Some retailers in the crisis are having a resurgence, others are staring into the abyss. How will they all fare after life returns to a kind of normal?
Everyone’s ideas about where they fit into the consumer’s life have changed utterly. Halfords cannot have expected to see a 500% leap in sales of cycles and accessories or that Boris Johnson would ever be talking about a ‘Golden Age for cycling.” Meanwhile, toy retailer The Entertainer cannot have expected sales to reach Black Friday levels, otherwise it would not be running its warehouse at 40% capacity, although it had to in order to safeguard staff.
While it is easy to see how these sales spikes have come about as Lockdown Britons have been forced to change by returning to a life that more closely resembles the 1950s – cycling, outdoor games, arts and crafts, cooking and so on – can we really predict what might actually take hold longer term.
Serial CEO and now writer, Margaret Heffernan, has been talking about her new book, Uncharted: How to map the future together. Her contention is that we rely on predictions because we crave certainty but that predictions simply don’t work in a complex world and should not be relied on.
The dust jacket says it all, “We want to know the future. But the complexity of modern life won’t provide that. Forecasters g can’t see more than 400 days out. History doesn’t repeat itself; even genetics won’t tell you everything it promises. This refreshing book challenges us to resist the false promises of technology and efficiency and instead to mine our own creativity and humanity and create the future we want.”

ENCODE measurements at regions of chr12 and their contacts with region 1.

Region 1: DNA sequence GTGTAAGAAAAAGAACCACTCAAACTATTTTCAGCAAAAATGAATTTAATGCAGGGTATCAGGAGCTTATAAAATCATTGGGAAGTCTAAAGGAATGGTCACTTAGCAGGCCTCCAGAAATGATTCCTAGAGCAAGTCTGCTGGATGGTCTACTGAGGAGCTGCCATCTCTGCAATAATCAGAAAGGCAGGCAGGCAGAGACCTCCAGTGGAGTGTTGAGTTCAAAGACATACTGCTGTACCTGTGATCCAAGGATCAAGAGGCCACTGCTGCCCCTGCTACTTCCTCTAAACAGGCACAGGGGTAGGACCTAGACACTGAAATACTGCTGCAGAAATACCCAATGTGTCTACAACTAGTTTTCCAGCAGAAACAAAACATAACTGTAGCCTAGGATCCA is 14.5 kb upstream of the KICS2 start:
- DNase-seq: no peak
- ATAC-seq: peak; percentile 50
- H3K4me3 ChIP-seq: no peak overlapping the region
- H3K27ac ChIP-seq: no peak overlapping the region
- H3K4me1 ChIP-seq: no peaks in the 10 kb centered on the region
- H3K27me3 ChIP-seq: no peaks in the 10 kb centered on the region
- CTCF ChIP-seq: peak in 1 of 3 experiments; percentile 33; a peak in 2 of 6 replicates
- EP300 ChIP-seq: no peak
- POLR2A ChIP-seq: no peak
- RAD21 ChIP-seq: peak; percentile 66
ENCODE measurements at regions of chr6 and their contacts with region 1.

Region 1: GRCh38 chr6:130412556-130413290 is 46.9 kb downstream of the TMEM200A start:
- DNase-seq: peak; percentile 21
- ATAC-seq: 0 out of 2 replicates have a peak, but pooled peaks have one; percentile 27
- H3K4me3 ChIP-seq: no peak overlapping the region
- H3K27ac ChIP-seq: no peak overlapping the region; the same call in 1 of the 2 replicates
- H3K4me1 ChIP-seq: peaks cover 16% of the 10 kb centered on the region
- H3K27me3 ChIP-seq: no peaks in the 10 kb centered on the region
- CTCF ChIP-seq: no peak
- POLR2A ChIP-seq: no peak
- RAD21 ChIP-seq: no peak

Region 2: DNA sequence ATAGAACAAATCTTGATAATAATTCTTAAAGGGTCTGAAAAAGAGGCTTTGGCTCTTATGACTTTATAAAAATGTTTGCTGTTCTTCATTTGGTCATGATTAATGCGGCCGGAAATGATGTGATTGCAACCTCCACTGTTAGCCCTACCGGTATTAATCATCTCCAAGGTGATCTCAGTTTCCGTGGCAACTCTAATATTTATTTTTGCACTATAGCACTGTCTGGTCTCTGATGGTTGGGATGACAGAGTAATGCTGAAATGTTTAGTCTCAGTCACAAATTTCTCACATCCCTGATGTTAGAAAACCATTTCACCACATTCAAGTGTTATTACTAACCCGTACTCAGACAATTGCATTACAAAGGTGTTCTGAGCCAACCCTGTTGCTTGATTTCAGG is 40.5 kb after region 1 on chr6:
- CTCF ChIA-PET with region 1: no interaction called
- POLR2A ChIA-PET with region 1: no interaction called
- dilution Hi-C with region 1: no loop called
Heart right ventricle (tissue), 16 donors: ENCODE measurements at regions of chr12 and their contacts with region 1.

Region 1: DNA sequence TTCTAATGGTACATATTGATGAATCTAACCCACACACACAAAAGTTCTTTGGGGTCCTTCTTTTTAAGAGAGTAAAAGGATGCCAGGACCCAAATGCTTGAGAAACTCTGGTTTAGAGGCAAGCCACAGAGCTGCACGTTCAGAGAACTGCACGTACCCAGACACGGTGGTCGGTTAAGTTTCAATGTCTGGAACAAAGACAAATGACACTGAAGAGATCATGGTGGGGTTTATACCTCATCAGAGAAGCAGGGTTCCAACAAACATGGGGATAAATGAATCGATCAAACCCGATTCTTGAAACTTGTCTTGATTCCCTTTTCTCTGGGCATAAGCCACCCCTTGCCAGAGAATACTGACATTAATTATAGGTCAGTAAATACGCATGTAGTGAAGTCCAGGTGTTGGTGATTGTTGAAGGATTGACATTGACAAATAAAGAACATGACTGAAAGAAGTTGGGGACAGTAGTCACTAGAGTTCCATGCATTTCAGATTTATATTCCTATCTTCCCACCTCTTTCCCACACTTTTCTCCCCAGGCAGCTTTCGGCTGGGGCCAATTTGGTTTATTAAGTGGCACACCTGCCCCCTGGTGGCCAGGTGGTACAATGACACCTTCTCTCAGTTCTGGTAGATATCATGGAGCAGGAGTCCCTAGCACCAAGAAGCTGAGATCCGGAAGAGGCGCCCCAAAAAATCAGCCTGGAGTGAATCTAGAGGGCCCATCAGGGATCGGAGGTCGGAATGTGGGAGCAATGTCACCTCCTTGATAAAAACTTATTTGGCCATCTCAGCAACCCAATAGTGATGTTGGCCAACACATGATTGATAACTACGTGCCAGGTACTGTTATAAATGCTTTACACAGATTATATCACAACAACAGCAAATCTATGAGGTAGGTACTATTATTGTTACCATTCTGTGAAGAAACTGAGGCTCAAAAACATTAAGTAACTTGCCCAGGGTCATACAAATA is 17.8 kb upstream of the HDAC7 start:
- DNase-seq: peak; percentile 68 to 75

Creativity is not just a badge
She says there are better ways to plan but what might this mean in retail, an industry that is led by arch determinists, namely the CEO, CFO and shareholders. Is the answer simply to hand the future stick over to the creative types, deep thinkers and corporate mavericks? A balance sounds like the right answer, but how likely is this to come about? I’ve never seen it; I think most retailers pay lip service to creativity and innovation in the way they speak and in the way they create little pools of experimentation by throwing money at say, a tech labs unit.
What we all hope is that the creative thinking that has come upon us all during lockdown will survive to become embedded in our future thinking and behaviour. Halford’s no doubt hopes that, while the sales spike must come soon, enough people will have got into cycling that they can bank their future on it.
While the crisis continues, we can continue to dream and hope that the big idea that we have been searching for arrives before the pubs re-open. For retailers, I am less hopeful, because the everyday hurly burly will take over immediately, pushing the good ideas into the trash folder; like going to a conference and getting fired up for change, but then losing the energy as soon as you are back home. How to keep the faith and get change done?
Do your customers care about you?
The place to start is to question where you fit in your customers’ consciousness. Even before the virus hit, we were all talking about how consumers valued experiences over stuff, wanted to own less and rent more, were living in smaller spaces, were buying more on line and visiting stores less often. To that, we now have to add to what extent will these trends accelerate or slow after the crisis?
And if that wasn’t bad enough, how will retailers manage all the inventory that has been piling up while all their competitors do the same. If they are forced to promote to shift, will they still run out of cash as some have already done?
It’s a gloomy picture, but hopefully one that causes retailers to recognise that they need to promote a wider set of talents into decision-making roles and start to think the unthinkable; that’s the kind of golden age I’m hoping for.